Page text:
- The exchange with the people around you informed your work as the virtual space, but knowing that you often work with physical space and architectural structures, did the physical surrounding have any influence on your work too?
FJ: Certainly, I specifically chose a place to stay that was a half an hour walk away. This is my usual modus operandi to discover a new city. Otomārs suggested I walk home from Erica Synths on this old defunct Russian bridge that's all beat up and has cracks in it through which you can see the water when you walk. I walked through this really muddy area and I found myself in a backyard where this old woman was sitting outside and her dog started barking at me. I smiled at her and she smiled back and because I don't speak Latvian, that was it. Next, I ended up in this really industrial, deserted area. Afterwards, I found myself walking by these beautiful wooden houses. All of this feeds into the experience, in one way or another. I was lucky also, aside from all the amazing lunch conversations, to spend time with Elizabete Palasiosa, curator, who made it her mission to continue my Latvian culture education at night, through the streets of Latvia and some amazing cocktails.
I knew that the concert was going to be very intimate among the 10 to 12 people, there were several particular connections that felt very significant in a quantum way, strange synchronicities and all. The experience was very real, life and connecting with people are very real, there's no ambiguity, no BS. I wanted my performance to reflect that. It was my way of giving back in light of the generosity that I received - so that's essentially the fundamental inspiration for the concert.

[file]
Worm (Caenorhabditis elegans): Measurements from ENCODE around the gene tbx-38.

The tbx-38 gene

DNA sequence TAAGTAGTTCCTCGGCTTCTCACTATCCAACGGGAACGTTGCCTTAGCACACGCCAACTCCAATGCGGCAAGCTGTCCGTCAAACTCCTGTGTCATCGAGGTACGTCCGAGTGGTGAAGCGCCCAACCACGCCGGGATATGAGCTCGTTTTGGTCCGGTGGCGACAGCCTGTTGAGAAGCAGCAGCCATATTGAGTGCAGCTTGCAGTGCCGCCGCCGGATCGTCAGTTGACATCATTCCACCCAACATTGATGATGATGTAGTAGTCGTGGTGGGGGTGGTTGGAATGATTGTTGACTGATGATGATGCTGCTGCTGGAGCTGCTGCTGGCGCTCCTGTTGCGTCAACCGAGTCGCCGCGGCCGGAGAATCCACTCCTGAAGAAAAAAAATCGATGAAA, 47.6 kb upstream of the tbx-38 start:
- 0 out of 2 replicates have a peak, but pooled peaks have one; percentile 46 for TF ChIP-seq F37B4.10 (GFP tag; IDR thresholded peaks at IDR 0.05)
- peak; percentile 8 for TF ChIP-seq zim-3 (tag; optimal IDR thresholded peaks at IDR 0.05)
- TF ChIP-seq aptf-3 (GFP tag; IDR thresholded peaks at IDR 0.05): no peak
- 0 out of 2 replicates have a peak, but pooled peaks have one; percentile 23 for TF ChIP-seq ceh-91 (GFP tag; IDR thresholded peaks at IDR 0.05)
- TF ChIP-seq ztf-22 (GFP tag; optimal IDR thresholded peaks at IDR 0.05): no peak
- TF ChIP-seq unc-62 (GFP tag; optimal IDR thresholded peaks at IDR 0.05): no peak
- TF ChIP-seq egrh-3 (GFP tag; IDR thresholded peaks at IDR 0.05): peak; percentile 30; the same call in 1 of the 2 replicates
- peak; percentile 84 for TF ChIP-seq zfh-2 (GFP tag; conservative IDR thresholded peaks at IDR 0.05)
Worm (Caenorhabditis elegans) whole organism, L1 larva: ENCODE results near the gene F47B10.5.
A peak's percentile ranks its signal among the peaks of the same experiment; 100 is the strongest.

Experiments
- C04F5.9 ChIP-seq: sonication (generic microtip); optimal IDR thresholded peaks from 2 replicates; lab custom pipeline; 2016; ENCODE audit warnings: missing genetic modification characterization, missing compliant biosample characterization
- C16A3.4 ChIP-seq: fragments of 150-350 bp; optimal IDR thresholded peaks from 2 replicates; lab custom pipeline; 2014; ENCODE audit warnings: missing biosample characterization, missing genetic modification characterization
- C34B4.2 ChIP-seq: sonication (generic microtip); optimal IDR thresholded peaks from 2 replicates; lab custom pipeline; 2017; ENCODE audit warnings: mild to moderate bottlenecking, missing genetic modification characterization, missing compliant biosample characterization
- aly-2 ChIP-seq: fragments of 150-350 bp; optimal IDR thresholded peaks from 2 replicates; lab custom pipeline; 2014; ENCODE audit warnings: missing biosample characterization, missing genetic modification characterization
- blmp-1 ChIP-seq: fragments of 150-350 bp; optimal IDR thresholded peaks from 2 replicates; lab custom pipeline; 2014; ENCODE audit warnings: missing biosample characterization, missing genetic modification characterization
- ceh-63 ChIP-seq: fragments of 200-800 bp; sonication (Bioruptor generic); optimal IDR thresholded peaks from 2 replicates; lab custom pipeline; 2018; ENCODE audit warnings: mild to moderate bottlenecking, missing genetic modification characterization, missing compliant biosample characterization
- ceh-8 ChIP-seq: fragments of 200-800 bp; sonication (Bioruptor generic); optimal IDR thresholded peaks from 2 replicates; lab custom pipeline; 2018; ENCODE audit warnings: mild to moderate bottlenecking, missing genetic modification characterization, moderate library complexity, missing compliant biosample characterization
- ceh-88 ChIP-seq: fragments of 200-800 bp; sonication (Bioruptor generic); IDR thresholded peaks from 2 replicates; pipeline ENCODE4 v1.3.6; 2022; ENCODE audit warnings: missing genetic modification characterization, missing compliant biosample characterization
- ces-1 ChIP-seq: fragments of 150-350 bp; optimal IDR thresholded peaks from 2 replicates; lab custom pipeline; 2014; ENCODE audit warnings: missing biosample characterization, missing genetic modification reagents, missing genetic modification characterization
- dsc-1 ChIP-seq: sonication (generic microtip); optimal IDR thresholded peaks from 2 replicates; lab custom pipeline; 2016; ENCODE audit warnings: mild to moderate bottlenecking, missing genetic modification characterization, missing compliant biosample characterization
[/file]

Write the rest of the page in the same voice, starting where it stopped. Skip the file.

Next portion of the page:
After that, the Pērkons HD-01, the beast itself! I was playing it and pushing its functionality in a way that perhaps is not meant to. Fascinating! At a certain point, I started playing with it, and then all of a sudden, it's not doing what I tweaked it to do, it started doing its own thing. I'm recalling my kits and it's not responding. The Pērkons started having a conversation with me, on its own - it started responding to me, which I thought was beautiful. And at the same time, it was kind of funny. When I told Otomārs what was happening, he changed the power supply and that solved the problem, but a part of me was a bit sad, because it was not responding anymore. I really tried to respect the instrument itself. I wanted to create a concert that remained true to the nature of the Pērkons, even though most people used it as a drum machine and not for drones.
- Our instruments are meant to do whatever you like, as long as your imagination can push them to do so.
FJ: One of the incredible things about this instrument is its ergonomy. The knobs for instance, no matter which way I land on one, I have a solid grasp. That's insane, the size, the feel, the resistance is perfect. This enabled me to go really minimal in my movements, and explore all of the various colors and frequencies very slowly to bring it to another level. This speaks to the care that goes into creating instruments at Erica Synths. That was insanely amazing.
- That is probably not so relevant for most of the people who work with Pērkons.
FJ: Probably not.